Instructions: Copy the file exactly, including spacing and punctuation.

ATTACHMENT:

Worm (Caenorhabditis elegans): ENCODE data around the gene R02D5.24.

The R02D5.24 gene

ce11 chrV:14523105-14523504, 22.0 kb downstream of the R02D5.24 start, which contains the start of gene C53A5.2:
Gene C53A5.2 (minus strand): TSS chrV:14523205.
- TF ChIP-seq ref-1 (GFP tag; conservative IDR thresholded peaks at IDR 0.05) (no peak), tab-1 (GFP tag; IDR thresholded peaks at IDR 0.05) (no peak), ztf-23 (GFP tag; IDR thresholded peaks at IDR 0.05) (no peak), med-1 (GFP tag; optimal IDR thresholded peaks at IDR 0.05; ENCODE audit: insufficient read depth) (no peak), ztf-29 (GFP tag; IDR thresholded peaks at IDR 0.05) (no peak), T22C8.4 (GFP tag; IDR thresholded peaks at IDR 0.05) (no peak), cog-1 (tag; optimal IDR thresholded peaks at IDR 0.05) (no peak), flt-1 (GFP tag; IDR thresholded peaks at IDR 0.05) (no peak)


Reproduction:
Worm (Caenorhabditis elegans): ENCODE data around the gene R02D5.24.

The R02D5.24 gene

ce11 chrV:14523105-14523504, 22.0 kb downstream of the R02D5.24 start, which contains the start of gene C53A5.2:
Gene C53A5.2 (minus strand): TSS chrV:14523205.
- TF ChIP-seq ref-1 (GFP tag; conservative IDR thresholded peaks at IDR 0.05) (no peak), tab-1 (GFP tag; IDR thresholded peaks at IDR 0.05) (no peak), ztf-23 (GFP tag; IDR thresholded peaks at IDR 0.05) (no peak), med-1 (GFP tag; optimal IDR thresholded peaks at IDR 0.05; ENCODE audit: insufficient read depth) (no peak), ztf-29 (GFP tag; IDR thresholded peaks at IDR 0.05) (no peak), T22C8.4 (GFP tag; IDR thresholded peaks at IDR 0.05) (no peak), cog-1 (tag; optimal IDR thresholded peaks at IDR 0.05) (no peak), flt-1 (GFP tag; IDR thresholded peaks at IDR 0.05) (no peak)